If you listen to evangelical Christian apologists for any length of time, you will soon hear reference to an ominous “post-truth culture” or a “post-truth world”. As Lee Strobel observed in a 2017 interview: “we see a trend toward a postmodern mindset and ‘post-truth’ culture.” (source) And as John C. Richards, Jr. opines in Christianity Today: “culture asks us to capitulate and live as ‘law-abiding’ citizens in a new post-truth world.” Richards continues,
“Last year the assault on truth was stunning. ‘Post-truth’ was named Oxford Dictionaries’ 2016 word of the year. Americans witnessed a tension-filled presidential campaign where truth-telling took a back seat to statistical errors and talking points. People shared fake news articles that hardly met the lowest levels of journalistic integrity. The world is changing rapidly, embodying this post-truth ethos.” (source)
This sounds dramatic and, as I said, ominous. If these apologetic reports are to be believed, the sun is setting on truth as we move into this
brave dark new world where truth no longer matters. Enter the apologist who is concerned to defend the objectivity of truth and beat back the forces of darkness with astute arguments and evidence and savvy cultural analysis.
Richards is right about one thing: there was an assault on truth last year during the American election. And that assault on truth was indeed stunning. But that is largely due to an American presidential campaign and presidency that avails itself of what Kellyanne Conway infamously referred to as “alternative facts”. And it is exacerbated by what is indeed a troubling trend, namely the tendency to become increasingly locked in social media echo chambers that merely reinforce our personal opinions.
But does it follow that the world is increasingly “embodying this post-truth ethos”? The short answer is, no.
Consider first that the effect of which we speak manifests itself primarily on a relatively narrow band of belief. Trump and his administration may be notorious habitual liars. And the average person may be increasingly susceptible to having their political or religious opinions reinforced on social media. Nonetheless, on most topics we are as concerned with truth as we ever were. We get up in the morning, make coffee and some breakfast, listen to the morning news, traffic and weather, and plan our commute based on the information we hear. When we get to work, we talk at the water cooler about the news of the day. We answer emails and fill out paperwork, and drive home when our work is done. And on it goes: in most of our mundane beliefs precisely nothing has changed. To characterize this as a “post-truth world” is nothing short of absurd.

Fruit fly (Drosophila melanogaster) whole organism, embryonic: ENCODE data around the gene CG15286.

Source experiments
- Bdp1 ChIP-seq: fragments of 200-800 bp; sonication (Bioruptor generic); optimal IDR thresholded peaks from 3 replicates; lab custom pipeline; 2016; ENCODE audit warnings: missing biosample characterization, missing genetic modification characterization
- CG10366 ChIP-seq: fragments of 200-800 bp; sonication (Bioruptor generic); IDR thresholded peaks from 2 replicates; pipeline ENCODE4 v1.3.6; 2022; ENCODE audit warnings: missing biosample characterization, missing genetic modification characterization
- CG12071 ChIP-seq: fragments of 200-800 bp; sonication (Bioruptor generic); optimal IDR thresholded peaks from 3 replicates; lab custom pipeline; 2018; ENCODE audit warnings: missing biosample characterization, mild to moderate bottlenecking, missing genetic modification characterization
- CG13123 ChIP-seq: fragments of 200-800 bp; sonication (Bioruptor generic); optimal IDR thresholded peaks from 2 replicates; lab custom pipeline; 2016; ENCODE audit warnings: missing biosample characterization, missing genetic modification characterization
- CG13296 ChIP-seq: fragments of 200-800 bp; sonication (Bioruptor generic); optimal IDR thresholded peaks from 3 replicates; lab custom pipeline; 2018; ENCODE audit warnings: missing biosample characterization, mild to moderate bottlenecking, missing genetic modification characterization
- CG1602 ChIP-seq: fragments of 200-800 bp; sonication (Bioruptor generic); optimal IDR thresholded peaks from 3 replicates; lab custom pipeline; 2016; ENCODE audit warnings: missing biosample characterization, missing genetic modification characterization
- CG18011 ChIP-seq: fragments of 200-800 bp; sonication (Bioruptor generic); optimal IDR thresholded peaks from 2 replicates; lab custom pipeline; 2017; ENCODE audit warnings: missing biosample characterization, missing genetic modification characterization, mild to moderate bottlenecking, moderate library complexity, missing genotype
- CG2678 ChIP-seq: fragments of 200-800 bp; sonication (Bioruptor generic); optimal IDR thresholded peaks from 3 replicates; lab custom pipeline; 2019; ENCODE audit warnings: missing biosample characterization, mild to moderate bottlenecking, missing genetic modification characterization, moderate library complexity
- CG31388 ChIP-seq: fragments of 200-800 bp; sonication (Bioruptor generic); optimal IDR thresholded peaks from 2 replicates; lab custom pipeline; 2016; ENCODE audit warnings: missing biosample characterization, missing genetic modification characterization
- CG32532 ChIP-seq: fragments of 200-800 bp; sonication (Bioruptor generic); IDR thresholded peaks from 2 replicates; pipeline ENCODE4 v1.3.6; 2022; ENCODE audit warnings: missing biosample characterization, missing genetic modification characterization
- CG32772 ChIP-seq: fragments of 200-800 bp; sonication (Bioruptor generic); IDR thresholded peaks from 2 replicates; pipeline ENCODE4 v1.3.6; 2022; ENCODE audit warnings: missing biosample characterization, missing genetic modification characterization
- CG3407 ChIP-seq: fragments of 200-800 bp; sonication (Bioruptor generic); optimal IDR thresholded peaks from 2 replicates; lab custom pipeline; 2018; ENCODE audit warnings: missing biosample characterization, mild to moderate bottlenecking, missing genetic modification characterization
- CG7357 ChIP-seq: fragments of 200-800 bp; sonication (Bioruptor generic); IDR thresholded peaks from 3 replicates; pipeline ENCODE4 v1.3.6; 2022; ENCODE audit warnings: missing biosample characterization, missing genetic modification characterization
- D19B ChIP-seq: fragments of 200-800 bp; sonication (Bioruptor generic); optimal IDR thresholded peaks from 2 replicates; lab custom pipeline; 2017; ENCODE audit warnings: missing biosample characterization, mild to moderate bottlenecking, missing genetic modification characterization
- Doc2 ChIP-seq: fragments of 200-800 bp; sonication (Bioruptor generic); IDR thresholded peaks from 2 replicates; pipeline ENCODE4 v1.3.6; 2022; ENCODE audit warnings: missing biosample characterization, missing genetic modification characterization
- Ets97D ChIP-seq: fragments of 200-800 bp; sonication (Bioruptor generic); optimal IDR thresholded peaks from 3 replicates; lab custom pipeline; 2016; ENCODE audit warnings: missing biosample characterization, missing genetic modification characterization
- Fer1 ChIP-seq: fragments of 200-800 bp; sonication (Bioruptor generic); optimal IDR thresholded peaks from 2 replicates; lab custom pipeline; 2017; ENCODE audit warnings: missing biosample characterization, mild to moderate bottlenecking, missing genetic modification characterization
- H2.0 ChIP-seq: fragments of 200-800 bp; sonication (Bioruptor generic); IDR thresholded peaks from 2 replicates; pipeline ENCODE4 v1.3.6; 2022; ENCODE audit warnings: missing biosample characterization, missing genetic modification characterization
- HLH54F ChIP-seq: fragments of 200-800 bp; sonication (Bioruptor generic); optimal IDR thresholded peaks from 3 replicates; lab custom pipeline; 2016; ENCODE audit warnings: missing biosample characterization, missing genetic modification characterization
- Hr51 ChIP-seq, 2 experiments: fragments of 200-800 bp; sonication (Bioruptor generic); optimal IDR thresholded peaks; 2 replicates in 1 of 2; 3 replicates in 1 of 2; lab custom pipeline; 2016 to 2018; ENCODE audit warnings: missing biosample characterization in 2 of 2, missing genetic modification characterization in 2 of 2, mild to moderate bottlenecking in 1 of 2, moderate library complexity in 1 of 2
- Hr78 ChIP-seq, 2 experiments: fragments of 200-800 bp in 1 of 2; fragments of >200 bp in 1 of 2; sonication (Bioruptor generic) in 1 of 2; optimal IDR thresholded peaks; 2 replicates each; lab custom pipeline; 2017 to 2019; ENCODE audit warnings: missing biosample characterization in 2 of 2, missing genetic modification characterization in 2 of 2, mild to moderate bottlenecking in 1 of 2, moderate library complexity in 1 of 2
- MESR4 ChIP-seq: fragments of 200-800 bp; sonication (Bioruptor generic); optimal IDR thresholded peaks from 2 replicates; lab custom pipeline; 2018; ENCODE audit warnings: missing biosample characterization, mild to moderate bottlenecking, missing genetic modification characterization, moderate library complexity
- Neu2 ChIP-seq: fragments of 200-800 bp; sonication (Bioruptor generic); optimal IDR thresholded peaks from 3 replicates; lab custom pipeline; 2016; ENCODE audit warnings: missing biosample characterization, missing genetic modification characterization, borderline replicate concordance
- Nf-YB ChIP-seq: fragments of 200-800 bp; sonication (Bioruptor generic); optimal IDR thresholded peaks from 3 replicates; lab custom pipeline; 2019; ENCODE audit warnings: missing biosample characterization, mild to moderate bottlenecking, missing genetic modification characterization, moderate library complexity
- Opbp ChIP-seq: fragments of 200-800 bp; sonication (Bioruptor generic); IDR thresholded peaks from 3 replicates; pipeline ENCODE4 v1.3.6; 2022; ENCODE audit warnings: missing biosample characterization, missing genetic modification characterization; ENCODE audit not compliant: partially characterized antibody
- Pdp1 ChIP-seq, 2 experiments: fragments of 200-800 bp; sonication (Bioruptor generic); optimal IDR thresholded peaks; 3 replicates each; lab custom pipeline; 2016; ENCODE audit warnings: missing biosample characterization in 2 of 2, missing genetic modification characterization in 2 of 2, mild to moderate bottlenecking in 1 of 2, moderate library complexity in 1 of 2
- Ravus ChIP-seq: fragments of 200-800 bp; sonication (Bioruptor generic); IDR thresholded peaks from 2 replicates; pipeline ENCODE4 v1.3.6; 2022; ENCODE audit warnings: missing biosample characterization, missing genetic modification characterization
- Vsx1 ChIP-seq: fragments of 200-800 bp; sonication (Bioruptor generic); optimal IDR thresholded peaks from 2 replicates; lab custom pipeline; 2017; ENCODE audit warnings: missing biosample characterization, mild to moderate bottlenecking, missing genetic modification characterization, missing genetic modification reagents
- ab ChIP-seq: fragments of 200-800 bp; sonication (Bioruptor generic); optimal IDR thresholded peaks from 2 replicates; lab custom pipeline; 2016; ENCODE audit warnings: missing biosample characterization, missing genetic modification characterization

So what’s really going on? To begin with, we can note that the effect we are concerned with is primarily localized to religious and political opinions. These are the beliefs about which we are most likely to become siloed in an echo chamber. Having said that, let’s note three things.
First, this tendency is nothing new. After all, the warning against veering into religion and politics in polite conversation is old hat. Our tendency to silo may be exacerbated by social media, but the tendency itself is familiar to us all.
Second, the apologist’s diagnosis of the situation as being “post-truth” is a complete misdiagnosis. The problem is not that we are becoming post-truth about religious or political beliefs but rather that we are more apt to exhibit cognitive bias about these beliefs. We still ostensibly care about truth as much as ever, but we are more likely to exhibit cognitive bias in retaining and defending the religious (or irreligious!) and political beliefs we currently hold to be true.
Third, it is especially important to note that evangelical Christians — the very people who are most apt to consume this kind of alarmist apologetics — are as susceptible to cognitive biases as anybody. And that includes many of the very apologists who bemoan the retreat to a so-called post-truth world.
So where does this alarmist rhetoric come from? That’s a great question. I suspect there are many reasons evangelical apologists are prone to avail themselves of the dramatic language of a “post-truth world” or a “post-truth culture”.
For starters, this drama reinforces the notion of a culture war and the importance of the apologist in that war. Practically speaking, this is even more important if the apologist in question needs to raise money for his/her apologetics ministry. There’s no better way to raise money than to talk of (culture) war.
In addition, this language fits nicely with the premillennial pessimism that remains common among conservative evangelicals. They already believe the world is going to hell in a hand basket, so these dire reports merely reinforce their preexisting pessimism bias.
But the irony is that by repeatedly invoking such overblown rhetoric, the evangelical apologist is less likely to become aware of — and redress — the very cognitive biases that make them less able to attain the very truth they profess to defend.